Paul Conrath

Paul Conrath
Born(1896-11-22)22 November 1896
Rudow, Berlin, Kingdom of Prussia, German Empire
Died15 January 1979(1979-01-15) (aged 82)
Hamburg, West Germany
Allegiance German Empire
 Weimar Republic
 Nazi Germany
Years of service1914–45
RankGeneral der Fallschirmtruppe
Commands heldFallschirm-Panzer Division 1 Hermann Göring
Battles/warsWorld War I

World War II

AwardsKnight's Cross of the Iron Cross with Oak Leaves

Paul Conrath (22 November 1896 – 15 January 1979) was a German general during World War II. He was a recipient of the Knight's Cross of the Iron Cross with Oak Leaves of Nazi Germany.

He would command the Panzer-Division Hermann Göring from regiment to division (1 June 1940 – 14 April 1944).

World War I

Conrath was born in Berlin-Rudow, then Kingdom of Prussia, on 22 November 1896. Conrath joined the German Army with the 4th Guards Field Artillery Regiment (4. Garde-Feldartillerie-Regiment) on 10 August 1914 as a war volunteer and officer candidate, being assigned to the Reserve Field Artillery Regiment No. 44 (Reserve-Feldartillerie-Regiment Nr. 44) in October 1914 after his basic training. He followed his unit into the Western Front in France, seeing action at Verdun, the Somme and Flanders.

In October 1916 he was deployed as a battery officer, promoted to lieutenant (Leutnant) on 1 March 1917 and shortly thereafter appointed unit orderly officer in the 4th Baden Field Artillery Regiment No. 66 (4. Badischen Feldartillerie-Regiment Nr. 66). He retained this position until the end of the war.

Inter-war years

Weimar police regulating a KPD demonstration in Berlin, May 1926.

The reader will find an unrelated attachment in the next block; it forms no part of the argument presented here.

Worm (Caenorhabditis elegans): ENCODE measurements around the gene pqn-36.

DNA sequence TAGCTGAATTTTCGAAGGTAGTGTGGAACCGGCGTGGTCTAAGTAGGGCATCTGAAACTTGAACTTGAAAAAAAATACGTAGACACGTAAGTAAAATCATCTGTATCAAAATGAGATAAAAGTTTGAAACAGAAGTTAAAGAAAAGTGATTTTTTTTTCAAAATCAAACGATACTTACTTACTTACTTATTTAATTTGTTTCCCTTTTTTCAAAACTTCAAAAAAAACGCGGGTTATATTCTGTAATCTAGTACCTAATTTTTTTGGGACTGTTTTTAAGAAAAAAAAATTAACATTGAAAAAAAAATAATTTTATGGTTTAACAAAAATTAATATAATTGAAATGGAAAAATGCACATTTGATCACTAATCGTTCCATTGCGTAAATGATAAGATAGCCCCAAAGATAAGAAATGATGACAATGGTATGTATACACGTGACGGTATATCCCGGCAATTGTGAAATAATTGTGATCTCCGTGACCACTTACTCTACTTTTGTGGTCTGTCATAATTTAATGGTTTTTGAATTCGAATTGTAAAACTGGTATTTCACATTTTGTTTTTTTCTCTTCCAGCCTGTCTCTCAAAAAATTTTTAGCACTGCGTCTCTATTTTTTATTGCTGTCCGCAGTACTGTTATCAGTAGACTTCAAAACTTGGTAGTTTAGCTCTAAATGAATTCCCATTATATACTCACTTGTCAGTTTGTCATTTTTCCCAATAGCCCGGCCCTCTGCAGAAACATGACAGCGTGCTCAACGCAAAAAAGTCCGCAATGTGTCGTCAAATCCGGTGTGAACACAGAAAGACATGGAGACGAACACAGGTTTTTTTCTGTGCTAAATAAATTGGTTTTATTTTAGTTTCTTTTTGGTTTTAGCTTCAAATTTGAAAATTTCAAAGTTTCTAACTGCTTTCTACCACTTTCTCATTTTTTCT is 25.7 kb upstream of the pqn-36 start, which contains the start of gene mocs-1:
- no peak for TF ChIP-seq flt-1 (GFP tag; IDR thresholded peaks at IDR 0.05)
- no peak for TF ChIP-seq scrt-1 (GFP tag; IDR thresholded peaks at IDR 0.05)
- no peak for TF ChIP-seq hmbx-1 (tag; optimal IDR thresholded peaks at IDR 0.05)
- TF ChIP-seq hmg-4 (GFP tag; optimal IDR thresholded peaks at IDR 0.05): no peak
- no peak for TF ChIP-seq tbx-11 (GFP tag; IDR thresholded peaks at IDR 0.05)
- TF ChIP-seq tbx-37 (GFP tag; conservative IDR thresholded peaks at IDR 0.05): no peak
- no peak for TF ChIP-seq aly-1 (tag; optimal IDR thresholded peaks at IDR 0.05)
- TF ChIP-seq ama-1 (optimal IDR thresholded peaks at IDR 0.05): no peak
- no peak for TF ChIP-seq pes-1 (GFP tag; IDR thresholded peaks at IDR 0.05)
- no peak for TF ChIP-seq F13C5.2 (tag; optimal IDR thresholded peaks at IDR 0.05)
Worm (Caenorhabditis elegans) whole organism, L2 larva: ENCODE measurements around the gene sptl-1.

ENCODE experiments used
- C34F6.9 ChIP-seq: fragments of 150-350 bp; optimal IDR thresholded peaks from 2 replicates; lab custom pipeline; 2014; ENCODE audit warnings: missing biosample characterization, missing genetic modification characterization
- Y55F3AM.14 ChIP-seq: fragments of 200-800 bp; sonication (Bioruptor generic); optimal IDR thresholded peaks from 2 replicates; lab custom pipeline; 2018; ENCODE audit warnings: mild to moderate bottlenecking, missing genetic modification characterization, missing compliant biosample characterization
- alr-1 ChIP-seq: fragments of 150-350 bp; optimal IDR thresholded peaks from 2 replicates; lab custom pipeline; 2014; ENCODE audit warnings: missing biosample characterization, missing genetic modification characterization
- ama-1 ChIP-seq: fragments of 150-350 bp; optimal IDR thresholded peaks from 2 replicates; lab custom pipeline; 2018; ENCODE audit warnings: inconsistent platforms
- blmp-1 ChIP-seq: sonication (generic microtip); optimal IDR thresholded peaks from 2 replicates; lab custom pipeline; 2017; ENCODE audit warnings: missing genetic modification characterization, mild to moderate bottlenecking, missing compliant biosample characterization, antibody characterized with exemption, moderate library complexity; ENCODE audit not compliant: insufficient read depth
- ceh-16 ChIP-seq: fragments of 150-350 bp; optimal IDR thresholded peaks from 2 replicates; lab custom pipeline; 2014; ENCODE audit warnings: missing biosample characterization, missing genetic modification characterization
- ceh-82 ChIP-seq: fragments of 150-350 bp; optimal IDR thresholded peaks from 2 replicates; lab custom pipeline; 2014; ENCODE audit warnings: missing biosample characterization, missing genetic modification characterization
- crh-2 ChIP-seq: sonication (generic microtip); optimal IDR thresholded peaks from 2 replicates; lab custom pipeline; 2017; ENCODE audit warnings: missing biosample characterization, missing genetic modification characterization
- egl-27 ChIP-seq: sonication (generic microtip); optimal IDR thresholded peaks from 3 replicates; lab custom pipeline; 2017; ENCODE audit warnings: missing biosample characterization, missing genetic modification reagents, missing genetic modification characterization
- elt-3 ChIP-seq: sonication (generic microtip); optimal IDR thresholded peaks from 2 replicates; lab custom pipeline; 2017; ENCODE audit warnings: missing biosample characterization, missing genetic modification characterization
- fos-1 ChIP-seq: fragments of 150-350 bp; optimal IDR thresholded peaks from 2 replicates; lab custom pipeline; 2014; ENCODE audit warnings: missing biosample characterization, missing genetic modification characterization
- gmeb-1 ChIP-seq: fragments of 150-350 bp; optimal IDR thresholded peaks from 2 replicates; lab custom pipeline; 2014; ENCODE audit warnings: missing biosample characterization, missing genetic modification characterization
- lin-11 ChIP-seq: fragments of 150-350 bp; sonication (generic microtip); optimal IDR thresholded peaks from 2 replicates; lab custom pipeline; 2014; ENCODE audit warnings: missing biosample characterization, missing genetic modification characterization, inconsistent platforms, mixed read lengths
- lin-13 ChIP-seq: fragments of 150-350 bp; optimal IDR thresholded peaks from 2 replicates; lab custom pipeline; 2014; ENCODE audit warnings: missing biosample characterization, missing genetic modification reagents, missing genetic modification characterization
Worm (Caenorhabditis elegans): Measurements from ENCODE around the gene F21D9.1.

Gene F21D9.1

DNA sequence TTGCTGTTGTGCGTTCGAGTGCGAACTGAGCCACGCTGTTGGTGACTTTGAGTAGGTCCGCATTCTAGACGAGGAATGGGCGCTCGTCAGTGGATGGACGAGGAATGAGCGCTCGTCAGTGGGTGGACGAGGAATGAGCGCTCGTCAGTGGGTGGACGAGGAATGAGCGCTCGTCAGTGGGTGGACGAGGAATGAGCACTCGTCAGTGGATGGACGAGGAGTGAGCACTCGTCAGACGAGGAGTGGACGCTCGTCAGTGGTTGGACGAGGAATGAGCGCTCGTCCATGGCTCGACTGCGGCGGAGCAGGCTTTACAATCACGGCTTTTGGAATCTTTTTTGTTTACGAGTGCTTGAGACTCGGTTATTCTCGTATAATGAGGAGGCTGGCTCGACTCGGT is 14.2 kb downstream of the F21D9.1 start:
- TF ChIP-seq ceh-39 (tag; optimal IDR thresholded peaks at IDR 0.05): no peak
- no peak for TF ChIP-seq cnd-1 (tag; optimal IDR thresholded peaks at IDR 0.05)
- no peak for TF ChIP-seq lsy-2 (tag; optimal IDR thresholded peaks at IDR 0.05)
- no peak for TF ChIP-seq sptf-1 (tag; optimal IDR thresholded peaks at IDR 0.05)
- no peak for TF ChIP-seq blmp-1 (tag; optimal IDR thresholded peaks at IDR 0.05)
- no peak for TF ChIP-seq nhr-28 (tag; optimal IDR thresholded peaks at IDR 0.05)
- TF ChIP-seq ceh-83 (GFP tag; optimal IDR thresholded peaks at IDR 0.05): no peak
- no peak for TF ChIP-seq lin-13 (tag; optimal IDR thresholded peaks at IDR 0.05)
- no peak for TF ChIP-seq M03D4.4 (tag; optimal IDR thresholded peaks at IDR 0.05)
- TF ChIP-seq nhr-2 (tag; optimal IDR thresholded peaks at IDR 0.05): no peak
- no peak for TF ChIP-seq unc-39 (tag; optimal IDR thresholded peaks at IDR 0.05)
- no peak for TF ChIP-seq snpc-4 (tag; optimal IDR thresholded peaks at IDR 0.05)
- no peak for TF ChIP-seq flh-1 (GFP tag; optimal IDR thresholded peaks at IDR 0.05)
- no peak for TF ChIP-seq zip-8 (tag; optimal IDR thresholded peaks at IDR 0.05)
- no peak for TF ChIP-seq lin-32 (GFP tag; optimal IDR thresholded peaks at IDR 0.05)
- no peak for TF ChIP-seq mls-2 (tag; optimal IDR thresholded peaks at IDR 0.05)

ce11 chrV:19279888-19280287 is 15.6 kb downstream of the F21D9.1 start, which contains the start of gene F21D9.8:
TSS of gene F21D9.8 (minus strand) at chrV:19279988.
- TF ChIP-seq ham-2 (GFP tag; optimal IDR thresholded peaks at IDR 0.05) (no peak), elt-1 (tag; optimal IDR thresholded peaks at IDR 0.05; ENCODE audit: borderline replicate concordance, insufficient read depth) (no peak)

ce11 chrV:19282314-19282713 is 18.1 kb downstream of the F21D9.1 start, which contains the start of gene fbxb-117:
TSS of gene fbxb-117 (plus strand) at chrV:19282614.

On 20 January 1919, Paul resigned from the army and, barely a year later, switched to the Prussian Security Police in Berlin on 11 January 1920. There he was first a platoon commander, then an orderly officer, unit adjutant and finally a Hundertschaftführer (literally "commander of a hundred). In 1930 he was assigned to the police school in Spandau as an instructor. On 15 May 1933, he became a police captain adjutant at the state police inspection in Central Germany in Halle, and later in Magdeburg.

On 15 June 1934 he became IIa on the staff of the Prussian Prime Minister Hermann Göring, serving in this capacity until 30 September 1936. On 1 April 1935, Conrath was transferred to the Air Force as a major and served as adjutant to the now Commander-in-Chief of the Air Force, Hermann Göring. From 1 October 1936 he left the Oberkommando der Luftwaffe and became battery commander in Flak Regiment 12 and 22 in Berlin-Lankwitz up to 30 September 1937. He then took over as commander of the 3rd Light Anti-Air Battalion (III. leichte Flakabteilung) of the Air Force's Regiment General Göring (RGG); a "praetorian guard" of Göring within the Nazi power politics, responsible for the personal protection of its namesake, air defence of Hitler's headquarters and the protection of Göring's sumptuous Carinhall estate – named after Göring's deceased first wife, Carin Axelina Hulda Göring.

This regiment occupied a brand new purpose-built barracks complex at Berlin-Reinickendorf, which was constructed to the highest standards and with the most modern of facilities. The complex boasted over 120 buildings and included gymnasia, outdoor and indoor swimming pools, sports areas and its own post office. The General Göring soldiers were smartly dressed, in their distinctive uniforms with white collar patches and special unit cuffband (Ärmelstreifen), and became a regular sight on the streets of Berlin.

From 1 January 1938, he served once again as chief adjutant to the Commander-in-Chief of the Air Force, General Hermann Göring, and was promoted to lieutenant colonel (Oberstleutnant) on 1 December 1938.

World War II

Paul Conrath (left) next to Hermann Göring reviewing troops close to the front (1942).